Time for another package from the good people at Wolfsburg West

The new cork gasket installed on the original gas cap.  With a new cork seal, the cap is nearly impossible to get on and off.  I hope it still vents properly (the cap is a venting unit) and doesn't allow negative pressure to build up in the tank as the fuel pump draws out the gas, or I will start to have fuel pump issues again, or lean-running conditions associated with fuel starvation.  That little Pierburg mechanical fuel pump fitted to the bus isn't made to draw against a suction created by a non-venting gas cap.

With the cap off, you can see the filler neck to body seal, here painted red and slathered with general goo from the road.  Must get that seal out, and it won't be easy as it is painted on, and hard as a rock from the passing of time.

So I put the gas cap back on, to keep junk from falling into the tank while I work, and go to it with a pocket knife, chipping away at the old seal until it frees from the body  and can be pulled out with a little brute tugging.  Here is the filler neck sans seal.  You can see straight down the side of the filler neck into the engine bay.  Not a good place to have gas dribbling.

And here is the archaic, petrified seal removed from the bus.  Hard as nails. Getting it out was a PITA.

With new seal in place, fuel filler area cleaned up, and the cap back on with the new cork seal.  The discoloration above the filler is  debris in the paint finish from the respray in 1986.  It would not clean up, but the rest of the job looks great.

I also swapped the 120 main jet in the carb for the 115 that Dad had in it.  Seems counter intuitive to reduce the fuel flow to the car when the air is cool and dense, but I'm having the sensation that under acceleration there is a slight bogging before the engine clears its throat and takes off down the road.  I wonder if the plugs are getting gooey from running rich with the 120.  The 115 sure seemed to make the car run lean last summer, which manifested itself in a hot engine.  Maybe a 117 main is the ticket.  Either that or I should just get used to the necessary weather-affected musical carb adjustments.  Such is the tinkerer's plight.

It is raining today, so I'll have to test my repairs tomorrow.  Fire extinguishers at the ready, of course!

Wednesday, February 6, 2013

Happy Bus

An Ethanol Free Bus... a happy Bus.

Keep the Corn on the Cob where it belongs!

Tuesday, February 5, 2013


This is why you shouldn't eat at Hooters.  Just look at who they hire for help busing tables!


Sunday, February 3, 2013

Rigid fork for the EWR

Still looking at solutions to making the blue EWR into a bike that I would readily pull down off the rack to ride by choice and not need.  Sure it is a fun bike to ride, but when I want a trail bike, I use the Turner.  When I want a park bike I use the white EWR.  When I want a quirky bike for Tillie night rides, I use the Redline.  When I do 40 miles of fast trails at Santos, I use the Phoenix.  I don't ever reach for the blue EWR unless I have an issue with the other four and I need to.  When I do it is a good time, but it isn't the first choice.  Sometimes I wish it were a 29.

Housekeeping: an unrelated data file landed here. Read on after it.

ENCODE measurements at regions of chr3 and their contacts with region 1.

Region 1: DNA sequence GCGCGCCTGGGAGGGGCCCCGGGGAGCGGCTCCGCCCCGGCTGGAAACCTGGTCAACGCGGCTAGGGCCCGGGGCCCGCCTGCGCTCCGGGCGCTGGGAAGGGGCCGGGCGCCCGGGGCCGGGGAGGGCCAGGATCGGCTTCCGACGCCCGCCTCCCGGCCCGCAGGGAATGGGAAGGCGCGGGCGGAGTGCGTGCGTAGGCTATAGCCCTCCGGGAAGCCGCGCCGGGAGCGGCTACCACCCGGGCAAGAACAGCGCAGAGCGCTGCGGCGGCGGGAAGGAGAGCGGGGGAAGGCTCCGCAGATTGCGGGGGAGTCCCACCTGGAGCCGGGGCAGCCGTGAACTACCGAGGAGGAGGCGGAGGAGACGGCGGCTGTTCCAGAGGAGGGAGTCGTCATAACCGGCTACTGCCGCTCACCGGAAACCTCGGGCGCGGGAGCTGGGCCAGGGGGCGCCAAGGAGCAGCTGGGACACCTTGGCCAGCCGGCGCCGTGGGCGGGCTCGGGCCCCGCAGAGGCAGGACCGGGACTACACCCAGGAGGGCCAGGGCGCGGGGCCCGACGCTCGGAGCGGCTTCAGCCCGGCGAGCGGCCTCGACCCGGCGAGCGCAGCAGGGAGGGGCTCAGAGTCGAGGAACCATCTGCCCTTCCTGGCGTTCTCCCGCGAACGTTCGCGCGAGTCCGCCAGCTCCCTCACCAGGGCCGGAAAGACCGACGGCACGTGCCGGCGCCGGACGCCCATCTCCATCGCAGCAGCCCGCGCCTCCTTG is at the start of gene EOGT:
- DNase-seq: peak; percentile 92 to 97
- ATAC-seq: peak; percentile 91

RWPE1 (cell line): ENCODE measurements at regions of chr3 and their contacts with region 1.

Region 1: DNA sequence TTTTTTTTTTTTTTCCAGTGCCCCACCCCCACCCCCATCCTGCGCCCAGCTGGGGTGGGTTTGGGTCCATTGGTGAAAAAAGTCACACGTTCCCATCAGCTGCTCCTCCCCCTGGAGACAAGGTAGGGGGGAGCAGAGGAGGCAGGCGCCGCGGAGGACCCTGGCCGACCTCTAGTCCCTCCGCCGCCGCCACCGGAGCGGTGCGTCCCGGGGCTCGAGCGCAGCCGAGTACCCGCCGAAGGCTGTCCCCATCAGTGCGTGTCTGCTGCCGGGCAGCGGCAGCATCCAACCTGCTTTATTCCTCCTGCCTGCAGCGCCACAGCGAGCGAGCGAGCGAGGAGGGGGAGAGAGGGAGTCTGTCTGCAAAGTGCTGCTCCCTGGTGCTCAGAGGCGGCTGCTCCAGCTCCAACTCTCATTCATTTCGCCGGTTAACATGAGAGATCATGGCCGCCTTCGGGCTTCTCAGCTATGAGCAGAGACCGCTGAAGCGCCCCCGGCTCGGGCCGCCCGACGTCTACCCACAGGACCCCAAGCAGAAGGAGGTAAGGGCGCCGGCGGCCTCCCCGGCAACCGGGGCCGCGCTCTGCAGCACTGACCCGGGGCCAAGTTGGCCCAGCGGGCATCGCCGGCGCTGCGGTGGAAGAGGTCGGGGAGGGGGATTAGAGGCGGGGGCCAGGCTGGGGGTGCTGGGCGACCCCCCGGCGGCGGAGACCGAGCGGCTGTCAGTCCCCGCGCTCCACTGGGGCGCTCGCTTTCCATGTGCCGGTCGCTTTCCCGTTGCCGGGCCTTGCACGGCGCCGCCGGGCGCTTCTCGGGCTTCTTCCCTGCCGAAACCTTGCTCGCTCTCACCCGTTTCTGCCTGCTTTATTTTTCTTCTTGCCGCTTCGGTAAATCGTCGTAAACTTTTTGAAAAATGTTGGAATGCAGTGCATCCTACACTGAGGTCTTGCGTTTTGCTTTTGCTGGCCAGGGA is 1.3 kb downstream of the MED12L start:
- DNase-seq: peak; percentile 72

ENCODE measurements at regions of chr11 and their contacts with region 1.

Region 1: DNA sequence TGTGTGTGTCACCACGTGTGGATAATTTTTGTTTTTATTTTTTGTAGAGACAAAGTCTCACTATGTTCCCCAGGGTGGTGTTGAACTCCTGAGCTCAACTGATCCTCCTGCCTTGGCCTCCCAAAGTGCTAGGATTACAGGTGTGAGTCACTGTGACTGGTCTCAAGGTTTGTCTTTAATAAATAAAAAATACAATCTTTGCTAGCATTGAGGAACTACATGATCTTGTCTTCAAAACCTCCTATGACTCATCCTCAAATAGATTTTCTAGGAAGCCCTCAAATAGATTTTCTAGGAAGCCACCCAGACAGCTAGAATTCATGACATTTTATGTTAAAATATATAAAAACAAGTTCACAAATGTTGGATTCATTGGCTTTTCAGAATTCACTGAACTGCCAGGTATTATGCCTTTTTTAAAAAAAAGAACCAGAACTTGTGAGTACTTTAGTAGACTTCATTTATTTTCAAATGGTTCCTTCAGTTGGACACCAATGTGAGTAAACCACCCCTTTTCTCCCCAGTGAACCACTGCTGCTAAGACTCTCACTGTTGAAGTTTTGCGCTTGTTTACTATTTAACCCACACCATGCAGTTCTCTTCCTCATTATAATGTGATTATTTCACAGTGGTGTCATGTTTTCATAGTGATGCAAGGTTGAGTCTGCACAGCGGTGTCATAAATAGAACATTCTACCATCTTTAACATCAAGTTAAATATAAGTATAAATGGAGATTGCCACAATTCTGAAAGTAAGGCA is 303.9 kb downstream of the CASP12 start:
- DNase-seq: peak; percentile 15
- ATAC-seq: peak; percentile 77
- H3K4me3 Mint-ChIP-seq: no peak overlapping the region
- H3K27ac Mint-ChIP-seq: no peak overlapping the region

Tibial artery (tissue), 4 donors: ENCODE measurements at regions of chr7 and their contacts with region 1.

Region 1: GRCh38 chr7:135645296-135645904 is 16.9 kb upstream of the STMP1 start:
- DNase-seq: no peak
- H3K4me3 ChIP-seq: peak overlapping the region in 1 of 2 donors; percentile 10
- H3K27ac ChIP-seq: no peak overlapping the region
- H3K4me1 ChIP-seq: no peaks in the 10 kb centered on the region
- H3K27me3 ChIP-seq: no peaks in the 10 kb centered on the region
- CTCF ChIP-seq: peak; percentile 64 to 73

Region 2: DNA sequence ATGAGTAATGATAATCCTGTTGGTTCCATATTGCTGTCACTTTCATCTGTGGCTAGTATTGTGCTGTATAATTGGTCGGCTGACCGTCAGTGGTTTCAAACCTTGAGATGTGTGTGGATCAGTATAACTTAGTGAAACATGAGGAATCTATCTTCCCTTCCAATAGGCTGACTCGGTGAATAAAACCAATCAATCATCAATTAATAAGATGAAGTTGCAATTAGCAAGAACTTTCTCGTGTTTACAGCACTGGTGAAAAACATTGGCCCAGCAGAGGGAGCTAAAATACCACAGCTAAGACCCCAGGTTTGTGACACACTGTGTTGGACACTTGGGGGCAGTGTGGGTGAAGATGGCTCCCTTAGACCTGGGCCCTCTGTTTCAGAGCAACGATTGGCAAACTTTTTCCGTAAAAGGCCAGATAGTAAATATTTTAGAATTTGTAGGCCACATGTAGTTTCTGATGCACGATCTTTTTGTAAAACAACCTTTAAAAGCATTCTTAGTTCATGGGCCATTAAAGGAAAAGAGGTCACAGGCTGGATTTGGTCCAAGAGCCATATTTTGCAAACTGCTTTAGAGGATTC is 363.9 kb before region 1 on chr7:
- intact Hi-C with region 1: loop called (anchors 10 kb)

Did I just say that out loud?  Oops.

Well, I could make the front of it a 29.  Or maybe I could make the whole thing a 650B. Hmmm...  I would need a fork for either of those choices....

Enter Salsa CroMoto Grande 29'er fork.  470mm axle to crown length, which is pretty close to the measurements of my Revelation set at 100mm travel and adjusted for proper sag.

I'll keep you posted.  First, I'm going to go ride the Turner.

Saturday, February 2, 2013

Reveal the Path

Thursday evening the family and I joined in for a screening of the cycling film "Reveal the Path" at the historic Sun-Ray Cinema in Riverside, about circumnavigating the globe by bicycle and the personal interaction that only traveling by a bike can provide.  It was a good time.  There is a scene in which they slaughter a chicken in Nepal and eat it, which was a little far out there for most everyone in the theater, a scene that did nothing to move the story forward and if anything was a complete sideswipe to the warm feelings of human interaction and contemplative travel that the film was trying to establish.  I think the film maker was trying to interject some profound statement about the differences in cultural perspectives and values; trying to demonstrate the uncomfortable faces of the travelers as they watched their host empty the critter all over the place and then showing the faces of all at the table as they feasted wide-eyed on the prepared meat. The guy could have at least had a sharp knife for crying out loud.  For the first time in my life I've actually related to the PETA battle cry of "Meat is Murder"  That poor chicken got street-bitched and plucked warm.

On a brighter note, Sun-Ray sells Rolling Rock.  Yummy.

If you get a chance, check it out.

Friday, February 1, 2013